I do not write in a linear fashion. Motherhood Exaggerated began as a skeleton, but when it came to fleshing it out and clothing it, my process bore more resemblance to the path of a pinball than a train traveling from depot to depot. A right bicep might get carved and then my attention would be pulled to the left foot on which I would place a sock. Fattening up the gut I’d think about adding a pair of pants, but before buttoning them I’d think about time and decide I needed a watch. Applying lip gloss and eyeliner I’d suddenly realize my creation still had a naked right foot. When I finally buttoned the pants, chose a shirt, tucked it in, and strapped on a belt, I’d realize I had forgotten about underwear.
Still, I always knew what the first line of my book was going to be. “Butterflies were scarce on the island of Martha’s Vineyard in the summer of 2000.” Why was this one sentence so important to me? Because it says something central about who I am. Nature is the place where I have always looked for answers, and now it was becoming unreliable.
Lucy Grealy begins her memoir, Autobiography of Face, with the sentence, “My friend Stephen and I used to do pony parties together.” It is the opening line to a prologue that, in terms of the timeline of the book, is actually an epilogue. It isn’t until a few paragraphs in that the reader learns Grealy is self-conscious about a part of her face and that she is intrigued with the way families other than her own live. The reader waits even longer for chemotherapy to be mentioned for the first time, so if you picked up this book not knowing it was a memoir about a girl who had a Ewings sarcoma, you would arrive at this realization only gradually. The “Ker-pow” to Grealy’s jaw comes only after the prologue.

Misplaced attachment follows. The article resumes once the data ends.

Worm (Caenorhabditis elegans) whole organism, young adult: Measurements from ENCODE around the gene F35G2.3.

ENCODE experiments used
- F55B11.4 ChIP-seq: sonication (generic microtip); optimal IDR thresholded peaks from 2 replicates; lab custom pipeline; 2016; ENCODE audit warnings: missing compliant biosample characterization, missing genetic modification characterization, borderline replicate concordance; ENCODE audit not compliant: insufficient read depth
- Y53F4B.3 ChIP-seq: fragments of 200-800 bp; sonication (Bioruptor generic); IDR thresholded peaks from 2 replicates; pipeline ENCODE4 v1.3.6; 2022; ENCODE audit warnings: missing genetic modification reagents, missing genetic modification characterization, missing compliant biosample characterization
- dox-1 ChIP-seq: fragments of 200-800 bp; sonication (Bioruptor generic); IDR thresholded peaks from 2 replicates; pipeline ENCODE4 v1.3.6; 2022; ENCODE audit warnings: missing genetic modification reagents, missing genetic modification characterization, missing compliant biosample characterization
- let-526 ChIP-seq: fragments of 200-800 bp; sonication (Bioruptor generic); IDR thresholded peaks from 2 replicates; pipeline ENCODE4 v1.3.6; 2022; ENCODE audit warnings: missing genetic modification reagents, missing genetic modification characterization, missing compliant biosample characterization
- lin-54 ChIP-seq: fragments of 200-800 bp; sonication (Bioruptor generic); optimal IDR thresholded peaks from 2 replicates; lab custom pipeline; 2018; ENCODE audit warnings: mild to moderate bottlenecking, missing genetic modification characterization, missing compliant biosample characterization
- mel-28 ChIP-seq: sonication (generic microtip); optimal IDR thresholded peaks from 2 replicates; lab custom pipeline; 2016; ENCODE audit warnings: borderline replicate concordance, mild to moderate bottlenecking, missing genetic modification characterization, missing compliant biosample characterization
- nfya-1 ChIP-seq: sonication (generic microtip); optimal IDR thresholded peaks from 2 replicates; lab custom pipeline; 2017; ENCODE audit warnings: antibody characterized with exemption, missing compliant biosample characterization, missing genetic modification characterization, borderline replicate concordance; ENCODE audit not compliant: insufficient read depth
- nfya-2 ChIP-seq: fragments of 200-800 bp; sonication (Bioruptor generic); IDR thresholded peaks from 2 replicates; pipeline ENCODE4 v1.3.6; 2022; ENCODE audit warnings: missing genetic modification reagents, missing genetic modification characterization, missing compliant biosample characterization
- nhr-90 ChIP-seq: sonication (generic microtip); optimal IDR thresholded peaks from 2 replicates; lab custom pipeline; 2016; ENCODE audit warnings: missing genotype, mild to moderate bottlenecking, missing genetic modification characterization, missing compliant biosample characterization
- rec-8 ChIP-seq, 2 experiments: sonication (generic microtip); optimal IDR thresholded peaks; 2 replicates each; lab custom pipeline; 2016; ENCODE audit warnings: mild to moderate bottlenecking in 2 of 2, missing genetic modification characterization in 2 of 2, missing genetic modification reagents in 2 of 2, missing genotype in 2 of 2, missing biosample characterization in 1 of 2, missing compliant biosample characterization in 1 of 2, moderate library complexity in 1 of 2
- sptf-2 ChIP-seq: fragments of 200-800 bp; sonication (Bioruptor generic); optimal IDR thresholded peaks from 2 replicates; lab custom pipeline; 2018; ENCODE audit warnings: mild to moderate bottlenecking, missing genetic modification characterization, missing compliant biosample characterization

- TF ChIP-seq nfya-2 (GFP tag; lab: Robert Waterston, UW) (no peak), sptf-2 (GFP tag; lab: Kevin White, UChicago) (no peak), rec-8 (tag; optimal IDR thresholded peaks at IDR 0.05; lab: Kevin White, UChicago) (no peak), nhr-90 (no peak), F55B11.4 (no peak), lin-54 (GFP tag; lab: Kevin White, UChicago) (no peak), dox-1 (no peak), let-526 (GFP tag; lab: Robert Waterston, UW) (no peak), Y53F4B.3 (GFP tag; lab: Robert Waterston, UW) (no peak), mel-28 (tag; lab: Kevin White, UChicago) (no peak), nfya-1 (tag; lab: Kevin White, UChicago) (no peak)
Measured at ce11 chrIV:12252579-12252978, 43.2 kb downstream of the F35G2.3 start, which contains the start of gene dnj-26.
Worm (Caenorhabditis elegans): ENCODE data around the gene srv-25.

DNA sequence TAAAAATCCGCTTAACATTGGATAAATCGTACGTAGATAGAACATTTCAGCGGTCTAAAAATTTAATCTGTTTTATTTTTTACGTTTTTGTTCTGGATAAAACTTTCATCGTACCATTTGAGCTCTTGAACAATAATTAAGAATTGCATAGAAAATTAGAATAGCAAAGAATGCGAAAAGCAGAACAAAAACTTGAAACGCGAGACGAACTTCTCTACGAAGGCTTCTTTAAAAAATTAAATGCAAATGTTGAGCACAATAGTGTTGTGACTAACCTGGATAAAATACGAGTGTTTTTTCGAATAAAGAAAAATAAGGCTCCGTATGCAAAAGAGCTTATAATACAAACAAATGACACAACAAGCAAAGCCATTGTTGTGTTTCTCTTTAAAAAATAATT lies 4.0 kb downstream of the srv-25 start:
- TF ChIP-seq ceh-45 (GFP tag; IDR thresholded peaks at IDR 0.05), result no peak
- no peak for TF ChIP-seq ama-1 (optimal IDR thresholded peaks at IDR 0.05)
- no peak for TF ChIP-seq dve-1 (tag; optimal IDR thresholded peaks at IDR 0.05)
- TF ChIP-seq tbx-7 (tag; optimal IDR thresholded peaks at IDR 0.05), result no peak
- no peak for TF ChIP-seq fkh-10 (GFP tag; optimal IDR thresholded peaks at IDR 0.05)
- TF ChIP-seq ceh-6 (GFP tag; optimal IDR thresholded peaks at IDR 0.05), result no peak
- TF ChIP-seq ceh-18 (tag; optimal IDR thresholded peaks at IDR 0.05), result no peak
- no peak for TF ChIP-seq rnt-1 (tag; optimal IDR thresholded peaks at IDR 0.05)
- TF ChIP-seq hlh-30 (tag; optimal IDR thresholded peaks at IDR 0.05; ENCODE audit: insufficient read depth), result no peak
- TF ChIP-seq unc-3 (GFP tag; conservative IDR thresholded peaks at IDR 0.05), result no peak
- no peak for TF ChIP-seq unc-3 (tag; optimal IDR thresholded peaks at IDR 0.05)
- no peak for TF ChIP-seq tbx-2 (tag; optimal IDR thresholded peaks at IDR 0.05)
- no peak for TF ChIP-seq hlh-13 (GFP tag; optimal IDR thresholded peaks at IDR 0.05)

Other writers choose to tell you in the first sentence what awaits you. “About a week and a half after my baby daughter, Lily, was born she began to throw up.” This is Philip Lopate’s opening to his essay, “The Lake of Suffering,” which can be found in his collection, Portrait Inside My Head. Donald Hall begins The Best Day The Worst Day with what reads like a headline, “Jane Kenyon died of leukemia at 7:57 in the morning, April 22, 1995.” An alternative beginning to Motherhood Exaggerated could have been a sentence that appears on the second page: “There were two pieces of clinical evidence that summer that hinted that cancer was developing in Nadia’s body, two pieces of a jigsaw puzzle whose meaning would only be revealed when seen as part of the whole.”
How do you want to begin your story? Or, what are the ways you could begin because there is no single place to start. Imagine you are telling your story to a friend, a family member, someone who has had an experience similar to your own, a stranger, a doctor. Experiment with different beginnings. The stranger, who doesn’t know your characters, may allow you to speak more openly about them since you may not feel the need to protect them. But the stranger is also an untrustworthy listener which may make you stifle some of your own truths. To a friend, you might open with your deepest fear, while with a family member you may want to proceed more gently. Keep writing opening sentences. Save them. Return to them to see how they feel. Use them as prompts or talk back to them. What’s the opening sentence you would write if the listener is you?
Write out the opening lines from some of your favorite books. Choose one and make it the first sentence of your own story. Now rewrite the first sentence so it is your own.